DENVER — Far from the hue and cry over health reform erupting in town hall meetings across the U.S., many older citizens are quietly confused about what a health-care overhaul might mean to them.
The opinions they form in weeks ahead may well prove crucial, as seniors are a highly influential, politically active group of voters.
They bring a unique perspective to the topic: Older Americans are the only group in the country with guaranteed health care, from Medicare. Also, they're the heaviest users of medical services.
On a recent afternoon, a group of 80- to 90-year-olds at a 14-story retirement complex just north of downtown Denver voiced some of the same questions about health reform circulating in living rooms, retirement communities and senior centers throughout the country.
"Will it affect how quickly I can get in to see my doctors?" asked Anna Janeway, 80, a retired marriage and family counselor.
"You hear all these things about Medicare going broke if we do nothing. Where would that leave everybody?" asked Anthony Mehelich, 82, a former construction company administrator.
"Do we really have to make so many changes all at once?" inquired Joseph Duffy, 90, a former accountant. "Couldn't we just take parts of the problem and solve those?"
Rep. Eliot Engel, D-N.Y., said his offices had received "hundreds of calls" from older people eager to understand how they might be affected. Other members of Congress report a similar outpouring of concern.
A tough sell
Convincing these experienced voters of the need for change is proving to be an uphill battle. A recent CNN/Opinion Research Corp. poll found that a majority of voters over 50 years old oppose a health-care overhaul while most voters under 50 support it.
The lack of a definitive plan only adds to seniors' uncertainty. The picture could change after Congress returns. But the essential thrust of reform isn't likely to change.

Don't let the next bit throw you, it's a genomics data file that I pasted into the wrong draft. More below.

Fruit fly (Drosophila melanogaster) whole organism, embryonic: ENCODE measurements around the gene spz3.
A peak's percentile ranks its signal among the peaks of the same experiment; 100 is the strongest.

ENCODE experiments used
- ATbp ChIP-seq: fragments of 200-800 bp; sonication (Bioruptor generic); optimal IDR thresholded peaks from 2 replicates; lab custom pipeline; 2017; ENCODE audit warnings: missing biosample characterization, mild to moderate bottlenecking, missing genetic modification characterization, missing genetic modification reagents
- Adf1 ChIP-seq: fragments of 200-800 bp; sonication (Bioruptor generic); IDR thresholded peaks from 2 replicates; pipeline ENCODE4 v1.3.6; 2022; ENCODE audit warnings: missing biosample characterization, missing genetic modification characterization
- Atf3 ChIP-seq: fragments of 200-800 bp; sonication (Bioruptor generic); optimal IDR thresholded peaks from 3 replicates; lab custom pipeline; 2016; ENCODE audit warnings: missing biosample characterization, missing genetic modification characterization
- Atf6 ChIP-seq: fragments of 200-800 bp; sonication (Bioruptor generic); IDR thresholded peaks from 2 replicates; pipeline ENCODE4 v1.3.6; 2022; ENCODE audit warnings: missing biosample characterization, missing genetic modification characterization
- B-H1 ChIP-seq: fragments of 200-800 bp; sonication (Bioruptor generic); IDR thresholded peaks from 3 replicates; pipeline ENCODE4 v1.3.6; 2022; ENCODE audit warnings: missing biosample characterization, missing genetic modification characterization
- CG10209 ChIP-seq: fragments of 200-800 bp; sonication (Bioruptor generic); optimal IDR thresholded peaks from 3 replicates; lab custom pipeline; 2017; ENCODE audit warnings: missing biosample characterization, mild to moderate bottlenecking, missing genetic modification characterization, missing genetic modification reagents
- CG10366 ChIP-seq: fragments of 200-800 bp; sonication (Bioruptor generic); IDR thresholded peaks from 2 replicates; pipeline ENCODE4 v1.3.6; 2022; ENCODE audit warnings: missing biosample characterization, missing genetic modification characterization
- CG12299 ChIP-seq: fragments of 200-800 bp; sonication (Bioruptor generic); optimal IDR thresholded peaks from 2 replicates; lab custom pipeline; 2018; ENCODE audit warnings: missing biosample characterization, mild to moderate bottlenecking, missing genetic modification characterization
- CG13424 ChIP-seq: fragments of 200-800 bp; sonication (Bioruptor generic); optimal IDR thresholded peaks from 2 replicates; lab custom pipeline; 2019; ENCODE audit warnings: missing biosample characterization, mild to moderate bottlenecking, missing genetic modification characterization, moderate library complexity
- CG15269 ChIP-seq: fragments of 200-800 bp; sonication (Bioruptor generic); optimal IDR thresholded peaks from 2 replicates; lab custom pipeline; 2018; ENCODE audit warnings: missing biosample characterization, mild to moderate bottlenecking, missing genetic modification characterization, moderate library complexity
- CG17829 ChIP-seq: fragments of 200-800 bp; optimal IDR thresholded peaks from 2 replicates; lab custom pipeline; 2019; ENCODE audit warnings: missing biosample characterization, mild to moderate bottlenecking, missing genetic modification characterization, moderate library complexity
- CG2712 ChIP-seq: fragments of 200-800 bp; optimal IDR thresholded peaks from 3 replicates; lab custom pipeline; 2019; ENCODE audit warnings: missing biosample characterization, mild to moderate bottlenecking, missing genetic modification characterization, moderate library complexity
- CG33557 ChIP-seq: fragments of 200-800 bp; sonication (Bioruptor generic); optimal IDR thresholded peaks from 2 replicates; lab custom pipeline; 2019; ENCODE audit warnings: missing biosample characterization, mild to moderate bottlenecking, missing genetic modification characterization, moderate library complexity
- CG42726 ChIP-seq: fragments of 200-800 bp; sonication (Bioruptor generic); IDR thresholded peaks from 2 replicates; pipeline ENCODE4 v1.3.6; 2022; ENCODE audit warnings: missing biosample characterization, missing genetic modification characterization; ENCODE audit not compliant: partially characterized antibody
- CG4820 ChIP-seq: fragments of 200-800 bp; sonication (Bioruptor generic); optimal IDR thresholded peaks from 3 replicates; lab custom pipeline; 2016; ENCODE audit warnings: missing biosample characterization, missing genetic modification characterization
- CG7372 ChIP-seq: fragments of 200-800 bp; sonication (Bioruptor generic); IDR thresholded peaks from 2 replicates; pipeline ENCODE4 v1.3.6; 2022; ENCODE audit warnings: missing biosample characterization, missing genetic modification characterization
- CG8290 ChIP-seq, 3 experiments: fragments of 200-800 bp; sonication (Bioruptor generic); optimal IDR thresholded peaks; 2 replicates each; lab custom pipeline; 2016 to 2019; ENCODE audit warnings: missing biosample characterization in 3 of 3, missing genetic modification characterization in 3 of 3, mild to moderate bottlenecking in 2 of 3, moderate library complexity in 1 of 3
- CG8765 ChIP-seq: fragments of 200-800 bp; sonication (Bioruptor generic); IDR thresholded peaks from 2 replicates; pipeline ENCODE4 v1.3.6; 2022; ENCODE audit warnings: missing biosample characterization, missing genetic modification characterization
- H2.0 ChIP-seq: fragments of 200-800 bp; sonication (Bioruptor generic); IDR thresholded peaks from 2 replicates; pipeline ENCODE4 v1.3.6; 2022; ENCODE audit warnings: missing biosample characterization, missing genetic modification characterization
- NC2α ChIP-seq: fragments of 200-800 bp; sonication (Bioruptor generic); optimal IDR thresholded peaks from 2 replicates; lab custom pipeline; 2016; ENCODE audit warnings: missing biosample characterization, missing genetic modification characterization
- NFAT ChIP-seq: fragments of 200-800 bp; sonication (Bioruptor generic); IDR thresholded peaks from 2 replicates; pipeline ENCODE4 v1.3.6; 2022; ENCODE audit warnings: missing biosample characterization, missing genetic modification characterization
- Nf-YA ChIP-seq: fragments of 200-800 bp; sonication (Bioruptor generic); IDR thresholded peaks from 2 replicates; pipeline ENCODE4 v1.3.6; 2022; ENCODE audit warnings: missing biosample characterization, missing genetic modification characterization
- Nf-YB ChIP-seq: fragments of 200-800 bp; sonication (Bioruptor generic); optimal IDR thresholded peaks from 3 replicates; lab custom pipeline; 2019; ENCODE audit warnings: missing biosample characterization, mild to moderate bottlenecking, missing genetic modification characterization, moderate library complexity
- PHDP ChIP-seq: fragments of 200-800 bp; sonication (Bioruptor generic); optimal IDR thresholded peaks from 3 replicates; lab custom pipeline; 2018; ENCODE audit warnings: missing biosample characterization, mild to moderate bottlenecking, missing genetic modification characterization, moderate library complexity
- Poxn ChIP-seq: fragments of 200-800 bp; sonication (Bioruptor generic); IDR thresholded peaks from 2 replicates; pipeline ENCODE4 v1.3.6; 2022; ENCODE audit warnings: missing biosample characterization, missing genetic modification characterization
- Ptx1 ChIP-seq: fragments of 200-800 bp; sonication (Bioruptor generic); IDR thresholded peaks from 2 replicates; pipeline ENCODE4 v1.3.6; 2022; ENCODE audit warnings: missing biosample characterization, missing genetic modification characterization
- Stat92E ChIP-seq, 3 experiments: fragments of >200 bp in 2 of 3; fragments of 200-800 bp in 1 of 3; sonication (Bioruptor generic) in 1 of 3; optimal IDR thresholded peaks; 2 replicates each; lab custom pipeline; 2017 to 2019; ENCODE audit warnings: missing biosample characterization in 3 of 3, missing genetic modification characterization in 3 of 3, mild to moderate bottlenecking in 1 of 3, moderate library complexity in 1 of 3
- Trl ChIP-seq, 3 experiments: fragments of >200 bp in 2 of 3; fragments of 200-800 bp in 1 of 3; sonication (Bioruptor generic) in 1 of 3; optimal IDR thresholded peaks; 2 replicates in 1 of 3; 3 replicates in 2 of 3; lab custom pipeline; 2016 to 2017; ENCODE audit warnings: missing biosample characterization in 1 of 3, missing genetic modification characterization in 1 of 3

Gail Wilensky, who once ran Medicare as head of the Health Care Financing Administration, a federal agency that has since been renamed, said, "The major focus of reform is clearly not on seniors. It is on expanding coverage to the under-65 population."
Every U.S. citizen who turns 65 qualifies for Medicare. The government pays the bills for care provided by private doctors and hospitals, and beneficiaries contribute.
If that sounds like a government-run health-care plan, it is, although many people don't understand that. Among them are elderly constituents who Rep. Jim Tanner, D-Tenn., said have contacted him, saying, "I'm happy with Medicare; don't let the government take it over."
Perhaps the most controversial charge raised by critics of health reform surrounds care for seniors at the end of life. The House bill for the first time would pay doctors for discussing end-of-life treatment options with patients every five years. The discussions would be voluntary. Currently, doctors aren't paid for having these discussions.
Although federal law has recognized advance directives as legitimate for years, critics have seized upon these provisions in reform legislation as leading to euthanasia or government control of older people's end-of-life decisions. Those charges are false, according to numerous organizations and a close reading of the legislative language.
"Nothing could be further from the truth," according to a statement issued last week by the Association of Bioethics Program Directors, representing leading medical ethicists across the U.S.